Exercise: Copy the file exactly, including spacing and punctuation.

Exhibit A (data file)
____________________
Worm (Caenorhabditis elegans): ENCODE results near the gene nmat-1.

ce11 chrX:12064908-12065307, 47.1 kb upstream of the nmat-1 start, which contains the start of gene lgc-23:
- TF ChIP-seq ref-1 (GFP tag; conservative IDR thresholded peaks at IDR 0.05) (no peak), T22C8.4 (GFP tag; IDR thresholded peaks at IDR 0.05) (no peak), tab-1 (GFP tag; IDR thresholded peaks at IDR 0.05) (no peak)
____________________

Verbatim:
Worm (Caenorhabditis elegans): ENCODE results near the gene nmat-1.

ce11 chrX:12064908-12065307, 47.1 kb upstream of the nmat-1 start, which contains the start of gene lgc-23:
- TF ChIP-seq ref-1 (GFP tag; conservative IDR thresholded peaks at IDR 0.05) (no peak), T22C8.4 (GFP tag; IDR thresholded peaks at IDR 0.05) (no peak), tab-1 (GFP tag; IDR thresholded peaks at IDR 0.05) (no peak)